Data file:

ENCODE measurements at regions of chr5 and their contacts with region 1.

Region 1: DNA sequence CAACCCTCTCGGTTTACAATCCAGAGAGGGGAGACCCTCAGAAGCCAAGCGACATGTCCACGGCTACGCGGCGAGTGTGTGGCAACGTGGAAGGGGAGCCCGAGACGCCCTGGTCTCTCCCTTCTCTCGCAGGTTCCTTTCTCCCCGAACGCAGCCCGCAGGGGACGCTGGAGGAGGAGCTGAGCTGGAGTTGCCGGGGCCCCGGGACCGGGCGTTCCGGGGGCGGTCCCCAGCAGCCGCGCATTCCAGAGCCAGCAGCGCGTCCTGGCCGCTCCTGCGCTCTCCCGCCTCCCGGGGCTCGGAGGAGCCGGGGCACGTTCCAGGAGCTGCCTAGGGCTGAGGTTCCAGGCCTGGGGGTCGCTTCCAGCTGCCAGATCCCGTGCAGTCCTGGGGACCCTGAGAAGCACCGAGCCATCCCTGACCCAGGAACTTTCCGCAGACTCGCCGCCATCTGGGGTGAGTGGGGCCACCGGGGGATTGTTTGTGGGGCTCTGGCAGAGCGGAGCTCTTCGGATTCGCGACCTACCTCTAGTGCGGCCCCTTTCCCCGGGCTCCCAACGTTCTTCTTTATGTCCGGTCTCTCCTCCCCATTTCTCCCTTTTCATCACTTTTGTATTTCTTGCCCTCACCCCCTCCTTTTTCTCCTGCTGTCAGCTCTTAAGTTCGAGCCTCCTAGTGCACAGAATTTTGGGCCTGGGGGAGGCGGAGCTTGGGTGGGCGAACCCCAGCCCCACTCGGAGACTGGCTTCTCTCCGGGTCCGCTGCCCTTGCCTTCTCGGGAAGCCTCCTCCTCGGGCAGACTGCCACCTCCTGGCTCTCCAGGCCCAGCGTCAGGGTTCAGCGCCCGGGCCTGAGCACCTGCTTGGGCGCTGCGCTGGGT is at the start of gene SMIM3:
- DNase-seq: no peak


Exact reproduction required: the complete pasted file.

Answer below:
ENCODE measurements at regions of chr5 and their contacts with region 1.

Region 1: DNA sequence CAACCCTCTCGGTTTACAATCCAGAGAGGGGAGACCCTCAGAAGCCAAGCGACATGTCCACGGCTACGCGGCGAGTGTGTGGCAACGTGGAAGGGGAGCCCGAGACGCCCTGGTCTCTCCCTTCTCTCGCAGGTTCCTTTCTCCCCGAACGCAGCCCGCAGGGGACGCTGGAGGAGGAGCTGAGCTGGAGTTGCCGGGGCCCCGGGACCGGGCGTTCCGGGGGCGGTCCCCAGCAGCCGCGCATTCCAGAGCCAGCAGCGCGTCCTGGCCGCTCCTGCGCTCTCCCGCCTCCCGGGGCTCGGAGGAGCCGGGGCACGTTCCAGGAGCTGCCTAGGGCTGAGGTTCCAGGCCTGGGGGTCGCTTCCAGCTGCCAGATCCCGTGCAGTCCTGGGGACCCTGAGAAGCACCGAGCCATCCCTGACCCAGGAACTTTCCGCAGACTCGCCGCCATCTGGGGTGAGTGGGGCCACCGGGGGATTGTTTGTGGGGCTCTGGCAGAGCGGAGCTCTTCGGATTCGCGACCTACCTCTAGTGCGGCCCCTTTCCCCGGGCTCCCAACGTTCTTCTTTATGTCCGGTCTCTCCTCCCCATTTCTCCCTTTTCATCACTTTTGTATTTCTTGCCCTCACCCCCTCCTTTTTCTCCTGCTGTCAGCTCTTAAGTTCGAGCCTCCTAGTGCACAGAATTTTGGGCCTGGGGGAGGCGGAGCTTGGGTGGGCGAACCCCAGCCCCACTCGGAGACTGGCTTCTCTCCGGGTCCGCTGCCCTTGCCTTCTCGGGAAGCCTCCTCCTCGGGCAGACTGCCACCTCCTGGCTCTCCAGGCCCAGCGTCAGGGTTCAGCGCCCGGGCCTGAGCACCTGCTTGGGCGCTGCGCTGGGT is at the start of gene SMIM3:
- DNase-seq: no peak